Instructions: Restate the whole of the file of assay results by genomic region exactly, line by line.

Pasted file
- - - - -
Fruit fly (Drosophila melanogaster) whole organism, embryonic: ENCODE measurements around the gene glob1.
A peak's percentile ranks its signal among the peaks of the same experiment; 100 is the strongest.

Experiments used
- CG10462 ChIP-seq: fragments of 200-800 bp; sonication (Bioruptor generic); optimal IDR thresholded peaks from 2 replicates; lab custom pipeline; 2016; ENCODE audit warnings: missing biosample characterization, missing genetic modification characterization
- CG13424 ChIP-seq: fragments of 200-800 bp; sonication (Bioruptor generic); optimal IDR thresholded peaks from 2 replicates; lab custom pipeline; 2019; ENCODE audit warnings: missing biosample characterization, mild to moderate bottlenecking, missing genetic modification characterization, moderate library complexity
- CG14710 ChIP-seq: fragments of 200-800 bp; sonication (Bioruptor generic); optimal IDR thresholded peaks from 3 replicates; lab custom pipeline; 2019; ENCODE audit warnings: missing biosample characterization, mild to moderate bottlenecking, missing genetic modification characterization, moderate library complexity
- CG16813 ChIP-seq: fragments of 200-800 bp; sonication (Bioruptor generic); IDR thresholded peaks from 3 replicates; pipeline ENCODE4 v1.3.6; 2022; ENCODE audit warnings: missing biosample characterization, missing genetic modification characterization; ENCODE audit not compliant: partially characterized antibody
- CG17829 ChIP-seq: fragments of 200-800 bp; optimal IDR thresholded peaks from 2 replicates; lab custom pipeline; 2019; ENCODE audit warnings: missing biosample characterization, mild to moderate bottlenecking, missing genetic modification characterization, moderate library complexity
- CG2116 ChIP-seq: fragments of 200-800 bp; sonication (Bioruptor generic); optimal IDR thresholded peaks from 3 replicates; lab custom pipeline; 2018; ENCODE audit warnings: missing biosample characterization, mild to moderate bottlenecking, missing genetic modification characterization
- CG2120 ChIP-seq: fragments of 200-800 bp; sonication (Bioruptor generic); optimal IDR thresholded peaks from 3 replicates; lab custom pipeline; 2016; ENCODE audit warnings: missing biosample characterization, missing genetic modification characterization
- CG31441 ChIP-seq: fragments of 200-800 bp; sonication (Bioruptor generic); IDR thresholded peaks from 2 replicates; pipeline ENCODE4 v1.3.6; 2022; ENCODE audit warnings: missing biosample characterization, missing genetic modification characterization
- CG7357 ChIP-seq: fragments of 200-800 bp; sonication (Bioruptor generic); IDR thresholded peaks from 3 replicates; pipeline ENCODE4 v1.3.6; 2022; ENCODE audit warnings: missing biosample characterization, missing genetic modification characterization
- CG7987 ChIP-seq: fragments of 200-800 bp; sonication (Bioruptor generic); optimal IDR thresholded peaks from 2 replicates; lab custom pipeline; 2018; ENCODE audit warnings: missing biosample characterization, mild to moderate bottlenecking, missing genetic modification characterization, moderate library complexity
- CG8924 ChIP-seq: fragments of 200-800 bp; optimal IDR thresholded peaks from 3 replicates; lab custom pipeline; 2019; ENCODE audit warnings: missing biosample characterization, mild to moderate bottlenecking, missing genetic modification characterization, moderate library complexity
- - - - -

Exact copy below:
Fruit fly (Drosophila melanogaster) whole organism, embryonic: ENCODE measurements around the gene glob1.
A peak's percentile ranks its signal among the peaks of the same experiment; 100 is the strongest.

Experiments used
- CG10462 ChIP-seq: fragments of 200-800 bp; sonication (Bioruptor generic); optimal IDR thresholded peaks from 2 replicates; lab custom pipeline; 2016; ENCODE audit warnings: missing biosample characterization, missing genetic modification characterization
- CG13424 ChIP-seq: fragments of 200-800 bp; sonication (Bioruptor generic); optimal IDR thresholded peaks from 2 replicates; lab custom pipeline; 2019; ENCODE audit warnings: missing biosample characterization, mild to moderate bottlenecking, missing genetic modification characterization, moderate library complexity
- CG14710 ChIP-seq: fragments of 200-800 bp; sonication (Bioruptor generic); optimal IDR thresholded peaks from 3 replicates; lab custom pipeline; 2019; ENCODE audit warnings: missing biosample characterization, mild to moderate bottlenecking, missing genetic modification characterization, moderate library complexity
- CG16813 ChIP-seq: fragments of 200-800 bp; sonication (Bioruptor generic); IDR thresholded peaks from 3 replicates; pipeline ENCODE4 v1.3.6; 2022; ENCODE audit warnings: missing biosample characterization, missing genetic modification characterization; ENCODE audit not compliant: partially characterized antibody
- CG17829 ChIP-seq: fragments of 200-800 bp; optimal IDR thresholded peaks from 2 replicates; lab custom pipeline; 2019; ENCODE audit warnings: missing biosample characterization, mild to moderate bottlenecking, missing genetic modification characterization, moderate library complexity
- CG2116 ChIP-seq: fragments of 200-800 bp; sonication (Bioruptor generic); optimal IDR thresholded peaks from 3 replicates; lab custom pipeline; 2018; ENCODE audit warnings: missing biosample characterization, mild to moderate bottlenecking, missing genetic modification characterization
- CG2120 ChIP-seq: fragments of 200-800 bp; sonication (Bioruptor generic); optimal IDR thresholded peaks from 3 replicates; lab custom pipeline; 2016; ENCODE audit warnings: missing biosample characterization, missing genetic modification characterization
- CG31441 ChIP-seq: fragments of 200-800 bp; sonication (Bioruptor generic); IDR thresholded peaks from 2 replicates; pipeline ENCODE4 v1.3.6; 2022; ENCODE audit warnings: missing biosample characterization, missing genetic modification characterization
- CG7357 ChIP-seq: fragments of 200-800 bp; sonication (Bioruptor generic); IDR thresholded peaks from 3 replicates; pipeline ENCODE4 v1.3.6; 2022; ENCODE audit warnings: missing biosample characterization, missing genetic modification characterization
- CG7987 ChIP-seq: fragments of 200-800 bp; sonication (Bioruptor generic); optimal IDR thresholded peaks from 2 replicates; lab custom pipeline; 2018; ENCODE audit warnings: missing biosample characterization, mild to moderate bottlenecking, missing genetic modification characterization, moderate library complexity
- CG8924 ChIP-seq: fragments of 200-800 bp; optimal IDR thresholded peaks from 3 replicates; lab custom pipeline; 2019; ENCODE audit warnings: missing biosample characterization, mild to moderate bottlenecking, missing genetic modification characterization, moderate library complexity